After Gary Kubiak's time as Houston Texans head coach ended abruptly and somewhat ignominiously on a Friday morning in early December, speculation began in earnest during the holidays as to what Kubiak would choose to do next.
An interview with the Detroit Lions for a head coaching job that eventually went to Jim Caldwell just two seasons after going 2-14 in Indianapolis seemed to indicate that Kubiak's head coaching career might regrow legs sooner than expected.
Rumors of interest from the Cleveland Browns for a spot as offensive coordinator seemed to make more sense, and were an indicator that perhaps Kubiak's being employed in 2014 would eventually be up to him.
Then again, smiling pictures from the Ragin Cajun perhaps foreshadowed an immediate future of eating gumbo, drinking beer and posing for shots with Texans fans.
In the end, for Gary Kubiak, the path back to head coaching in the NFL runs through Baltimore.
On Monday, Gary Kubiak was named the next offensive coordinator for the Baltimore Ravens, who are looking to bounce back from an 8-8 season in 2013 just one year after winning Super Bowl XLVII. Rick Dennison, Kubiak's offensive coordinator in Houston, will join him in Baltimore as their quarterbacks coach.
To call fixing Ravens quarterback Joe Flacco Kubiak's "first order of business" would be to imply that it's a task that can be accomplished in short order and crossed off of some sort of coordinator to-do list. It's much more than that. It's a season-long project for which failure is not an option, given Flacco's $120 million contract signed last offseason.
That deal forced the Ravens to make some hard decisions last offseason, decisions which resulted in free agents like Dannell Ellerbe's and Paul Kruger's leaving for richer deals and the trade of wide receiver (and Flacco security blanket) Anquan Boldin's to San Francisco for a measly sixth round pick, for salary cap purposes.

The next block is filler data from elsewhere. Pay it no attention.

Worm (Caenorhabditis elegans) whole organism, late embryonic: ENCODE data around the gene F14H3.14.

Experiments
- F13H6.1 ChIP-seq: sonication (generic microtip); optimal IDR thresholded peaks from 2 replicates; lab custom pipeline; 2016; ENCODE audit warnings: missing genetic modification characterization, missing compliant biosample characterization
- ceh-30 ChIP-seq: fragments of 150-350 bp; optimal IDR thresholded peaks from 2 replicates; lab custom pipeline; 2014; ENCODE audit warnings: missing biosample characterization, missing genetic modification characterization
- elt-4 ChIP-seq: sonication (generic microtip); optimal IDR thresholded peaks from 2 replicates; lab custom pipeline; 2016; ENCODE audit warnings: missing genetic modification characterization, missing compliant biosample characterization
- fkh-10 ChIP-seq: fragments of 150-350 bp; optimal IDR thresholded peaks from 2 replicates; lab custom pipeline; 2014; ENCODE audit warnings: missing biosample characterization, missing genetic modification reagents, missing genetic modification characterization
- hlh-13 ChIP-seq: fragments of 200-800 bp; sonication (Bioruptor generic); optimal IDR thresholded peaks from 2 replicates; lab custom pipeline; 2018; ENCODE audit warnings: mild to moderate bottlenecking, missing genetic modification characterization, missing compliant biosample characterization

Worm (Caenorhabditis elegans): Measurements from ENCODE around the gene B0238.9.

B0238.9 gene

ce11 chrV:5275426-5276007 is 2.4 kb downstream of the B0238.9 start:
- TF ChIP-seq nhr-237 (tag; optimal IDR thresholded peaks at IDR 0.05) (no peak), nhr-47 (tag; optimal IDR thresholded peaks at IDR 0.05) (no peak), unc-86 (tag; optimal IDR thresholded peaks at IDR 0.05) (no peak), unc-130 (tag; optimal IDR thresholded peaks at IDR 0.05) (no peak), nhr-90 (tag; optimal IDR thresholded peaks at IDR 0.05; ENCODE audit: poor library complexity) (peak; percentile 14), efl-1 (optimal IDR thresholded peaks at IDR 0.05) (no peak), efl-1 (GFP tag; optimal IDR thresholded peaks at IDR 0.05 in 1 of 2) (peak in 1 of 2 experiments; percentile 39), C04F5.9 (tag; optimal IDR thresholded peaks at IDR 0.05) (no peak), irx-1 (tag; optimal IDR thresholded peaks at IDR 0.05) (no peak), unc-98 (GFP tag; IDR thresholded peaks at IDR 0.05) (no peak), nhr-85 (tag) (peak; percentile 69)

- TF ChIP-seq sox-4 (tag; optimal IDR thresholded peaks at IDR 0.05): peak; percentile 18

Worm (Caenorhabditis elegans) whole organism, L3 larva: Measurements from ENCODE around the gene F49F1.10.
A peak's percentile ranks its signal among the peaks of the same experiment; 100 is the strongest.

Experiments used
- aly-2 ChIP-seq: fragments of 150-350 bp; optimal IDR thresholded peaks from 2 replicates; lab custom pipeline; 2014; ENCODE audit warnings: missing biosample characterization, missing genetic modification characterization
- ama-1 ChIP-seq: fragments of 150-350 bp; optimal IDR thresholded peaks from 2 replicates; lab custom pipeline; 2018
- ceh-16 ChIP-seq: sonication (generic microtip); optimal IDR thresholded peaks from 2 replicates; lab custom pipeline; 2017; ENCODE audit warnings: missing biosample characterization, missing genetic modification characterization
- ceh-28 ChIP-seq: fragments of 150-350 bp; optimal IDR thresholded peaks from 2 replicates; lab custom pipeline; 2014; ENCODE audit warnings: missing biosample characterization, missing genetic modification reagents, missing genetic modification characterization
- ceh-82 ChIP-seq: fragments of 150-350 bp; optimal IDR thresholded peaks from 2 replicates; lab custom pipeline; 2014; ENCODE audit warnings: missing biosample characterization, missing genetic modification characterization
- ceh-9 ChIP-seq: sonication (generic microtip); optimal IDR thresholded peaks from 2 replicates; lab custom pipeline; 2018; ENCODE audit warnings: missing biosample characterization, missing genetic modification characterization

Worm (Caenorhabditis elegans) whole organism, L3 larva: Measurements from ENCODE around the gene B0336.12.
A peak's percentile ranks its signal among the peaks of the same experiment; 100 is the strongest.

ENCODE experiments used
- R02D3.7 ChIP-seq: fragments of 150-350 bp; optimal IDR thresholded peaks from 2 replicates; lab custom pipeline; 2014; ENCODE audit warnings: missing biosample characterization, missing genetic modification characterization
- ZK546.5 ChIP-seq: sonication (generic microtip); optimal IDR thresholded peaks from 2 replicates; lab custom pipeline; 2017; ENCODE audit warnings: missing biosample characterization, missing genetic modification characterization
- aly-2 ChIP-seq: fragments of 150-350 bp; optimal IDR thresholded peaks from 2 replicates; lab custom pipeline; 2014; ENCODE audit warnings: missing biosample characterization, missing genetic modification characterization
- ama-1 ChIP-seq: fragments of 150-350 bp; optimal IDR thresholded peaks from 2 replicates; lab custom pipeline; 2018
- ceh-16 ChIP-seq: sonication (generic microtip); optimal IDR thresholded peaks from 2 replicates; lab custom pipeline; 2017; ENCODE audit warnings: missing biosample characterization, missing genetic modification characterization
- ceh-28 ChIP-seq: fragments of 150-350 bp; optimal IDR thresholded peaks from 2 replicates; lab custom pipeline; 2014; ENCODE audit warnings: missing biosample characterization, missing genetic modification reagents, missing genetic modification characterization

Franchise quarterbacks (Flacco, while not one in terms of play, is certainly being paid like one) must cover up the flaws and cap-caused holes on a roster, not exacerbate them. In 2013, Flacco went from 22 touchdown passes and 10 interceptions the previous season to 19 TD passes and a dismal 22 interceptions. He was a HUGE minus as a player, especially considering his salary.
When asked about Flacco, Kubiak reflected at Monday's press conference:
"This league's about rebounding," Kubiak said. "You're going to have tough times, tough days. Maybe some years don't go the way you want them to go. But you keep battling. It's just about the long haul. There's no doubt in my mind when it's all said and done, Joe's a championship quarterback. But there's a lot of great things still to be done and I look forward to being part of that."
(Good to see Kubiak get his first use of "battling" out of the way in his first Ravens press conference.)
The comments were the first that Kubiak has made publicly since being let go as the Texans' head coach on December 6 after an 11-game losing streak that began, ironically, in Baltimore in Week 3 with a 30-9 loss to the Ravens.
Baltimore has become a soft landing spot in recent seasons for former Texans, with wide receiver Jacoby Jones and fullback Vonta Leach reportedly pushing Ravens head coach John Harbaugh hard to bring in Kubiak:
"Jacoby and Vonta both, early on, got a hold of me and recommended that we go in this direction," Harbaugh said. "They thought that was something that would work right away. I think they're both pretty excited about it."
For Kubiak's part, if indeed this is the first step back to becoming a head coach again, this is about as good as he could expect to do in terms of being set up to succeed. He has a potential franchise quarterback in Flacco, a great general manager (Ozzie Newsome) who should replenish the offense with some weapons in areas where they were deficient last season, and a head coach in Harbaugh whose worst finish in six seasons as a head coach was last year's 8-8 mark.
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In short, the Ravens are set up well to rebound offensively and win games next season, all of which will reflect well on Kubiak.
Kubiak should be well served in being around a different coaching tree and outside the cocoon of the Shanahan/Denver "way," with a tremendous opportunity to simultaneously restore his reputation as a quarterback guru ("Schaub 2013 cleanup," we will call that) and absorb new wrinkles he can add to his head coaching methodology while observing one of the best in the business in Harbaugh.
For the record, Baltimore will play sometime in Houston next season.